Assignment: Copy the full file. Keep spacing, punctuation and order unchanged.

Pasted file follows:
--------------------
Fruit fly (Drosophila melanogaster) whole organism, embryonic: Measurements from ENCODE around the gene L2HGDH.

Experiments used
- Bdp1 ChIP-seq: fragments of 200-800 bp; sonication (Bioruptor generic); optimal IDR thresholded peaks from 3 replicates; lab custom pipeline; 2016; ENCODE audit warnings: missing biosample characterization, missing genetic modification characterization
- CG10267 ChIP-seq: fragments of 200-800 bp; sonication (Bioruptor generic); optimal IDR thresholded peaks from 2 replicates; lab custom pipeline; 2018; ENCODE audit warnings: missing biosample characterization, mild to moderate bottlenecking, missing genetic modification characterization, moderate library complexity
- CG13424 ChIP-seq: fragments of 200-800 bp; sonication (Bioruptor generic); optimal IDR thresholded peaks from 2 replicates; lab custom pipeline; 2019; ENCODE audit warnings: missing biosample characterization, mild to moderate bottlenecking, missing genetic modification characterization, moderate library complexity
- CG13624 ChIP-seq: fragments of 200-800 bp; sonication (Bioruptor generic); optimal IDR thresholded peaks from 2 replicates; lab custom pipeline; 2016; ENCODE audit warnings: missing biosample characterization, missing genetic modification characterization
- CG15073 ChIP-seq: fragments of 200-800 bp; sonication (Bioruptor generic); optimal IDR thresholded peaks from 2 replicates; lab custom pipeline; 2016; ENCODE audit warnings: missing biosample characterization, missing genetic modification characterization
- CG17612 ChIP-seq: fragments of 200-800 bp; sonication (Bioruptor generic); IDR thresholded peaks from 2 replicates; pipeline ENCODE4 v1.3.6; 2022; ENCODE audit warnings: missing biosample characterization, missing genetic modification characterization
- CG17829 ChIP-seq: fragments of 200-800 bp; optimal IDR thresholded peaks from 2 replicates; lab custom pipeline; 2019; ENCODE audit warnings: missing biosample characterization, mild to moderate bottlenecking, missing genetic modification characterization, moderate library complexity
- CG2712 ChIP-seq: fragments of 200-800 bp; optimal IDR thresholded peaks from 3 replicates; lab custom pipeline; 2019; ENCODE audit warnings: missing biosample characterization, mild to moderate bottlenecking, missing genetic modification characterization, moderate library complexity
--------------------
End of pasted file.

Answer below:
Fruit fly (Drosophila melanogaster) whole organism, embryonic: Measurements from ENCODE around the gene L2HGDH.

Experiments used
- Bdp1 ChIP-seq: fragments of 200-800 bp; sonication (Bioruptor generic); optimal IDR thresholded peaks from 3 replicates; lab custom pipeline; 2016; ENCODE audit warnings: missing biosample characterization, missing genetic modification characterization
- CG10267 ChIP-seq: fragments of 200-800 bp; sonication (Bioruptor generic); optimal IDR thresholded peaks from 2 replicates; lab custom pipeline; 2018; ENCODE audit warnings: missing biosample characterization, mild to moderate bottlenecking, missing genetic modification characterization, moderate library complexity
- CG13424 ChIP-seq: fragments of 200-800 bp; sonication (Bioruptor generic); optimal IDR thresholded peaks from 2 replicates; lab custom pipeline; 2019; ENCODE audit warnings: missing biosample characterization, mild to moderate bottlenecking, missing genetic modification characterization, moderate library complexity
- CG13624 ChIP-seq: fragments of 200-800 bp; sonication (Bioruptor generic); optimal IDR thresholded peaks from 2 replicates; lab custom pipeline; 2016; ENCODE audit warnings: missing biosample characterization, missing genetic modification characterization
- CG15073 ChIP-seq: fragments of 200-800 bp; sonication (Bioruptor generic); optimal IDR thresholded peaks from 2 replicates; lab custom pipeline; 2016; ENCODE audit warnings: missing biosample characterization, missing genetic modification characterization
- CG17612 ChIP-seq: fragments of 200-800 bp; sonication (Bioruptor generic); IDR thresholded peaks from 2 replicates; pipeline ENCODE4 v1.3.6; 2022; ENCODE audit warnings: missing biosample characterization, missing genetic modification characterization
- CG17829 ChIP-seq: fragments of 200-800 bp; optimal IDR thresholded peaks from 2 replicates; lab custom pipeline; 2019; ENCODE audit warnings: missing biosample characterization, mild to moderate bottlenecking, missing genetic modification characterization, moderate library complexity
- CG2712 ChIP-seq: fragments of 200-800 bp; optimal IDR thresholded peaks from 3 replicates; lab custom pipeline; 2019; ENCODE audit warnings: missing biosample characterization, mild to moderate bottlenecking, missing genetic modification characterization, moderate library complexity